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Victor Oladipo’s absence opens the race for Pacers second best player

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Is it Thaddeus Young, Myles Turner, Bojan Bogdanovic or Domantas Sabonis?

NBA: Indiana Pacers at Los Angeles Lakers
Los Angeles Lakers forward LeBron James (23) steals the ball from Indiana Pacers center Myles Turner (33) and takes it down court in the second half of the game at Staples Center. Credit: Jayne Kamin-Oncea
Jayne Kamin-Oncea-USA TODAY Sports

22 games in and the Pacers are about where you would expect: 13-9, primarily led by Victor Oladipo and a second-best player that’s nowhere near him in terms of statistical impact.

Last season Oladipo led Indiana with 23.4 points per game while their second-highest scorer, Bojan Bogdanovic, was nearly nine points away.

Oladipo also led the team in defensive rating, finishing with almost an entire point higher than the cluster of Thaddeus Young, Myles Turner, Domantas Sabonis and Bogdanovic -- all of whom finished with roughly the same rating.

**Quick note: I used stats.nba.com for defensive rating but neither NBA stats nor Basketball Reference’s defensive ratings are great. That being said, NBA stats is at least better. Plus it helps prove my point.**

There is a gap between Oladipo and the rest of Indiana’s roster. His absence throughout the last six games, though painfully noticeable, has actually been important for the Pacers because it’s allowed the team to show he doesn’t determine their fate every game.

It’s also strengthened the battle for who should stake claim as Indiana’s second-best player.

The case against Thaddeus Young:

Nothing describes Young better than Mr. Consistent, but frankly I found little case for Young to be Indiana’s second-best player this season.

He’s shooting 17.4 percent from 3-point range and 48.4 percent from the free throw line while simultaneously taking the lowest amount of shots and averaging the least amount of points since his rookie season.

However I still think his defense and leadership skills are underappreciated. Even if he isn’t putting up gaudy numbers, he has value in Indiana this year and beyond.

Frankly, Young just knows how to make positive basketball plays.

But I think his days of being a number two might be behind him.

The case for Myles Turner:

Turner is the Pacers’ best defensive player outside of Oladipo. Not only is he still protecting the rim with third-most blocked in the NBA (54),

he’s started to show he can hold his own on switches out on the perimeter.

Turner has his flaws offensively -- he’s averaging only 11.5 points per game. He’s taking a frustrating amount of long mid-range two’s (nearly 30 percent of his total shots come from this area).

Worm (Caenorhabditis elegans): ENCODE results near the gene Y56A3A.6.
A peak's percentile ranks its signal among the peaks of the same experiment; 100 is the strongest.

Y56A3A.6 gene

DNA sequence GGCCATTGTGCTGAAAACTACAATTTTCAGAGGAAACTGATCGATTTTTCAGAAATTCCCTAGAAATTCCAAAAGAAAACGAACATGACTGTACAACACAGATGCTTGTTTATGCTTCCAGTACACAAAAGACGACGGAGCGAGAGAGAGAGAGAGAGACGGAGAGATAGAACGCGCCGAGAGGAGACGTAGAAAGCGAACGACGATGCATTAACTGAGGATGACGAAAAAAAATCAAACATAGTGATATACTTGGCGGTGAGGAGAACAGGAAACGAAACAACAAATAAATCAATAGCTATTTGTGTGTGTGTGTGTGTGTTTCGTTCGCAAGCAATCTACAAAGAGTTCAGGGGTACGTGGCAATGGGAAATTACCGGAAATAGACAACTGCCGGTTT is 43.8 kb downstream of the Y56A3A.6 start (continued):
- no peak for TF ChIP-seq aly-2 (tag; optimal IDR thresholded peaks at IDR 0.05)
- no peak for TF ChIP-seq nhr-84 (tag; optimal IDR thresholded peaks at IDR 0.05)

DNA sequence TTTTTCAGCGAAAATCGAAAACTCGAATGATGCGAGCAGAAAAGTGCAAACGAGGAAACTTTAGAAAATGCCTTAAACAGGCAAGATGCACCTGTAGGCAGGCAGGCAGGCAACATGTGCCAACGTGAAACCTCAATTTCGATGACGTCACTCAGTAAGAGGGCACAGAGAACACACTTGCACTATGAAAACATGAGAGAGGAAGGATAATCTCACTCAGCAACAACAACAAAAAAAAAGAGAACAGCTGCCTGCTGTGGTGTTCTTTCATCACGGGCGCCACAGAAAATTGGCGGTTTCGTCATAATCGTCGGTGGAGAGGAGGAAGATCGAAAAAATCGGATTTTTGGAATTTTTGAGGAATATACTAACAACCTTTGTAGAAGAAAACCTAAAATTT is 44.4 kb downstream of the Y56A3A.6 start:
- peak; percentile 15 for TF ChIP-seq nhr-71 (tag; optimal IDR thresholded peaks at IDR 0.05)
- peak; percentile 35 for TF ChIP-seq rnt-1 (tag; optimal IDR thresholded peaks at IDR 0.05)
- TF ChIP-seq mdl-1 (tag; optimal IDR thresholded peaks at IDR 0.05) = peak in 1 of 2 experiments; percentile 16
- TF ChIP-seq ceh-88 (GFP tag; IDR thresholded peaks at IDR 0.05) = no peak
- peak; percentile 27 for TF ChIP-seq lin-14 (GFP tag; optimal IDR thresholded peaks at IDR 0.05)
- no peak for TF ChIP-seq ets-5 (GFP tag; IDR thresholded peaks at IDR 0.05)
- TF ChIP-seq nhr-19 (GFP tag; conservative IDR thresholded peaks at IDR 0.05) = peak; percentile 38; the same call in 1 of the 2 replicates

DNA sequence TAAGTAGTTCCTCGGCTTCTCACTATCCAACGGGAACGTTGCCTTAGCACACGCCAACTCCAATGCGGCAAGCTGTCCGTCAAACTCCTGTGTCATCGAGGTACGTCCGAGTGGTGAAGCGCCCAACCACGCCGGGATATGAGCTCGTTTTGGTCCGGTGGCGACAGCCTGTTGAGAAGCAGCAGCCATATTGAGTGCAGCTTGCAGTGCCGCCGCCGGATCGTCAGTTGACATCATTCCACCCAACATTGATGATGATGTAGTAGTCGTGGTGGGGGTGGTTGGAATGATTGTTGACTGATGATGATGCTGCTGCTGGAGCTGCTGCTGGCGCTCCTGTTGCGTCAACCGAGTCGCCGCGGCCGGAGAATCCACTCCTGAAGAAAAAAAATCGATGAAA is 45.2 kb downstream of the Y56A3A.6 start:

But his clutch shooting is up to 42.6 percent versus last season’s 26.2. By the eye the test he’s less of a disaster at the end of games... Just remember the Miami, Chicago and Phoenix games.

The case for Bojan Bogdanovic:

Bogdanovic’s stat line heading into the Pacers’ 22nd game against the Lakers: 15.6 PPG with 54.2/53.5/79 shooting splits.

53.5 percent from three -- that’s ridiculous, especially on over four attempts per game!!

In Oladipo’s absence Bogdanovic has been even better averaging 19 points per game a shooting split of 59.2/58.3/84.2.

Offensively he’s been really good this season but his defensive rating is the third-worst on the team.

I tend to think his offense outweighs his defensive mistakes but being fair to Turner, who has some of the opposite struggles, I have to knock both players struggles on one end of the floor. I think together both players’ flaws put them out of contention for the number two spot.

The case for Domantas Sabonis:

Is it obvious now that I think Sabonis is the Pacers’ second-best player?

If only he could stay out of foul trouble (he’s currently averaging 3.1 per game) and was able stay on the court for more than his average of 24.6 minutes, he would probably score more than his 14.6 points per game.

By comparison, Bogdanovic is averaging 15.6 points while playing 30.2 minutes per game.

If you extrapolate Sabonis’ minutes to playing 30.8 per game he would average 18.4 points and 12.5 rebounds.

Those numbers would garner him attention for most improved player and maybe even an All-Star bid.

I think Sabonis needs a shot to play more minutes and he needs more offensive possession run through him.

He’s shooting 66.7 percent from the field and recently has started to show off a decent three-point shot when given some time. His shot is kind of Marc Gasol-esque.

Sabonis is Indiana’s second best player, If he was given more playing time, that would be obvious.